Sandy Draghi: And we did. We studied. As soon as we got to that last leg and the flight from Panama to Atlanta, we stayed up and we studied our book and memorized countries and people and different Roadblocks and Detours that we had to do throughout it. We were ready for a task to test us on our previous 11 legs.

Reality TV World: The clues during this final leg seemed to be very obscure. The dump clue and the Hank Aaron clue were both very vague and it seemed like they could have been easily misinterpreted or researched incorrectly. What are your thoughts about that and would you say that the clues were a little unfair because they could have technically had more than one answer? I mean, you guys experienced that first hand obviously.

Jeremy Cline: Yeah, and when we were doing it, we were like, "Oh, man. This is kind of unfair." But in the end...

Sandy Draghi: It's the same for all of us.

Jeremy Cline: It's the same for everybody, so how could it be unfair? It's just we didn't memorize the phone number for the visitor's bureau like Cindy did. So I guess we just made a mistake and we promised that we're not going to put the responsibility on anybody else. It was our mistake.

Reality TV World: During last night's episode, Ernie was shown saying that losing to the "Snowboarders" team would be one thing but it would be different to lose to Amani and Marcus or  you guys. Based on that, they clearly considered Andy Finch and Tommy Czeschin to be the biggest threat. What's your response to that and do you think things would have turned out differently had Andy and Tommy competed against all of you in the finale? 

Sandy Draghi: You know, our thoughts are yes. Andy and Tommy were probably -- were definitely the strongest team this season and they did belong in the Final Three. They absolutely did. They ran a really clean, fair, honest Race, and yeah. Things could have went differently.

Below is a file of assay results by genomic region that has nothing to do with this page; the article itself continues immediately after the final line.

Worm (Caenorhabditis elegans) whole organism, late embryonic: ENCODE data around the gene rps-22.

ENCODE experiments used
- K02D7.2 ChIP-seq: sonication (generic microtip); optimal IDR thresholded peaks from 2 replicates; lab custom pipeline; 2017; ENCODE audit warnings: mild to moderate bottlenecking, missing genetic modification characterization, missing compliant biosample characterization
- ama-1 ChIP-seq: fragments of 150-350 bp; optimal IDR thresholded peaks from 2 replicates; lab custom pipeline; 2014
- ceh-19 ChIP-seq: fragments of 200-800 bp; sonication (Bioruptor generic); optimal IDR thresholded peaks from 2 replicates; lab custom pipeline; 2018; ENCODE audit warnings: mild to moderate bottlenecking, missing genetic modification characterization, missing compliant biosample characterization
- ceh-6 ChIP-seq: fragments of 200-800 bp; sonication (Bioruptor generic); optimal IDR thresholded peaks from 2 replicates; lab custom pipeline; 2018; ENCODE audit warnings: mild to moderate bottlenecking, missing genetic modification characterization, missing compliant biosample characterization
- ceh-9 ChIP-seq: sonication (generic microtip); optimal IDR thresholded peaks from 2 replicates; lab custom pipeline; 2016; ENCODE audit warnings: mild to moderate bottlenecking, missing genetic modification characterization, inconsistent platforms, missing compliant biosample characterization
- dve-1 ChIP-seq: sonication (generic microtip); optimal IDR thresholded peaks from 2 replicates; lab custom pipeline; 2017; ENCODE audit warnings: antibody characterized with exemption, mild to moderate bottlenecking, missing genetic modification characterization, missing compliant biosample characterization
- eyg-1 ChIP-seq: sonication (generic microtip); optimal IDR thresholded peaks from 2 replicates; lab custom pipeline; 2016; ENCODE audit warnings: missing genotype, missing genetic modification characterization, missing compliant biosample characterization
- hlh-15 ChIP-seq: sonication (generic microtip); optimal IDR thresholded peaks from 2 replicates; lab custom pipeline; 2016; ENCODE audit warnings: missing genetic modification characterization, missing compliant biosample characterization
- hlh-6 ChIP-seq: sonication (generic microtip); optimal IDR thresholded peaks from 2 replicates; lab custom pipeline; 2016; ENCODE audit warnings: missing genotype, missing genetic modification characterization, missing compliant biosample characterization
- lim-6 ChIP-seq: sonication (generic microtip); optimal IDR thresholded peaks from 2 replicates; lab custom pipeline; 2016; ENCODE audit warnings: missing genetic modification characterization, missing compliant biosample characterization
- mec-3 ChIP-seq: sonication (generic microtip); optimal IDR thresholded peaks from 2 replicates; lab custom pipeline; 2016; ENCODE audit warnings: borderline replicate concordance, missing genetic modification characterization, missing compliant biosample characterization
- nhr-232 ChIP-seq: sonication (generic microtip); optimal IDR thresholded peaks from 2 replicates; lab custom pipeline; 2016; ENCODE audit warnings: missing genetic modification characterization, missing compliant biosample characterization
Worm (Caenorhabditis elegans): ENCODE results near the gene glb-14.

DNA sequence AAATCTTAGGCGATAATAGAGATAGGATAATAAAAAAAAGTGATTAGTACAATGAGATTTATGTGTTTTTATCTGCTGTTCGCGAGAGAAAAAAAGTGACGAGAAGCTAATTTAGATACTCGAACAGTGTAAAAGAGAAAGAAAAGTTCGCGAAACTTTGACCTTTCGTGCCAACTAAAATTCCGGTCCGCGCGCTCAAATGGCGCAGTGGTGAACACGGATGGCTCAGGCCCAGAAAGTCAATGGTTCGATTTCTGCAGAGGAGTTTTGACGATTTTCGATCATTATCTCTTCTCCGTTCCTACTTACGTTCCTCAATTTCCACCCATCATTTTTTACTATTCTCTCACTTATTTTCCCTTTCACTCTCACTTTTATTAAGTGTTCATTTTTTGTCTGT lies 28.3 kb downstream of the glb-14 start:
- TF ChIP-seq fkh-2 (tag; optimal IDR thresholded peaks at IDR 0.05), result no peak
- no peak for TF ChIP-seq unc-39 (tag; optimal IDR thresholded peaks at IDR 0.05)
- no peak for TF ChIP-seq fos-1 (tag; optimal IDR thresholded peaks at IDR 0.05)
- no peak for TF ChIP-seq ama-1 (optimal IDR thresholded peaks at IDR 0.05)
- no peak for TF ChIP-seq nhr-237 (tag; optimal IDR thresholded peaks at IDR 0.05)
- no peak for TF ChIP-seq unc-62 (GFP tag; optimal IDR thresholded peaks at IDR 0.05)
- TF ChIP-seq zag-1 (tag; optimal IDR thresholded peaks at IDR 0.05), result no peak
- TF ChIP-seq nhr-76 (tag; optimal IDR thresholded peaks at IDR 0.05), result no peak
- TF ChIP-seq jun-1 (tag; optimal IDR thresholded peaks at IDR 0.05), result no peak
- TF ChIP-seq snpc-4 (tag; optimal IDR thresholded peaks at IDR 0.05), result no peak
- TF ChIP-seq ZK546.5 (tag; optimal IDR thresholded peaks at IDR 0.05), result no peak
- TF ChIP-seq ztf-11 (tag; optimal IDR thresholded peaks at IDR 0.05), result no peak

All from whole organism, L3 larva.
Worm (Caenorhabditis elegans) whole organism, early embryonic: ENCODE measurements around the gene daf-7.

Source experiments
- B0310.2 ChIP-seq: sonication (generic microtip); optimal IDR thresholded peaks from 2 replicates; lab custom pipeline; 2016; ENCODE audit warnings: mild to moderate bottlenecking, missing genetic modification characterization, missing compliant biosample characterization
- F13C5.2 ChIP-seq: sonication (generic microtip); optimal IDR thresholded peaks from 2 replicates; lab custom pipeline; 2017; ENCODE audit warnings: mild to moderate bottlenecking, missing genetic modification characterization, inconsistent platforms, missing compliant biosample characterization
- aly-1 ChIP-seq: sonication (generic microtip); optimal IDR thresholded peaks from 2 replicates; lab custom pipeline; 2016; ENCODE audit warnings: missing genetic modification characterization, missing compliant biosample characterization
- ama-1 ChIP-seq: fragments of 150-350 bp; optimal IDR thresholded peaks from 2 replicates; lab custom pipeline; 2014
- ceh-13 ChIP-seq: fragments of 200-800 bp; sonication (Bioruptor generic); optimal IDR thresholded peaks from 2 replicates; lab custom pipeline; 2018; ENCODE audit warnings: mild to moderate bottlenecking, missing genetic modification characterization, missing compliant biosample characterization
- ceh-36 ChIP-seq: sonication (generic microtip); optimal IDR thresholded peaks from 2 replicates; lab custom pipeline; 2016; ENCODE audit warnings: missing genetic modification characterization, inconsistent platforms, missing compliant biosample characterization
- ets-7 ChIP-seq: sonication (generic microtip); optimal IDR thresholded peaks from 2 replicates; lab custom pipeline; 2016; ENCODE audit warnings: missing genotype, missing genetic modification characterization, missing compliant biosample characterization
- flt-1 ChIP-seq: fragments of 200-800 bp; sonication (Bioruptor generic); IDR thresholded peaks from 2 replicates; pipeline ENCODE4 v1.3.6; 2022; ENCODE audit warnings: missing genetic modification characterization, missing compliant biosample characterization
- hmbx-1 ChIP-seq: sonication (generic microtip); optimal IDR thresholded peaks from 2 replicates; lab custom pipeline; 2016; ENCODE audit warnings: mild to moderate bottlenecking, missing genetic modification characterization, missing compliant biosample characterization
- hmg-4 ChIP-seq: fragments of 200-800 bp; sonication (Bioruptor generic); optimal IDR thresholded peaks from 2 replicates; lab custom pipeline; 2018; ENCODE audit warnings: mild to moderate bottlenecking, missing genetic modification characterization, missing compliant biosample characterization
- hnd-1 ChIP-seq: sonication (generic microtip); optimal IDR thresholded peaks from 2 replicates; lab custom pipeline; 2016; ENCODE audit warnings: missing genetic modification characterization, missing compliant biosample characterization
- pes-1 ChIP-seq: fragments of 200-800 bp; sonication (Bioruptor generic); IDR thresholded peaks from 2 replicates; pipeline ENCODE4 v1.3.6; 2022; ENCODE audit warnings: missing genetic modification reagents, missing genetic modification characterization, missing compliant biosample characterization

I'm sure they would have done really well at that flight simulator and they could have stopped and gotten the correct directions. Anybody could have beaten any of us in that last leg if you didn't make a mistake.

So, it's unfair that they kind of looked down on Marcus and Amani and Jeremy and I, because we ran a really good, clean and fair Race as well. And we beat Cindy in Ernie in a few of the other legs in this Race, but yes, Andy and Tommy were that one team to beat.

Reality TV World: Cindy said competing on the Race was the "ultimate premarital counseling" for herself and Ernie. Would you guys say the Race served a similar benefit to your relationship in that it was like dating counseling? Do you think competing with each other strengthened your relationship?

Jeremy Cline: Yeah, for us, it wasn't the Race. It was watching the other teams, like [Bill Alden] and [Cathi Alden]. What we took from them was our kind of counseling and just talking with them was our counseling. Seeing their example, their great example of their marriage and their joy of just being with each other and kind of patience with each other, was huge.

And then you also -- you looked at Andy and Tommy and their patience with the Race and they're just focused on having fun. If we could go back and do it again, we would run it completely different and focus more on having fun and be more patient and trusting of one another.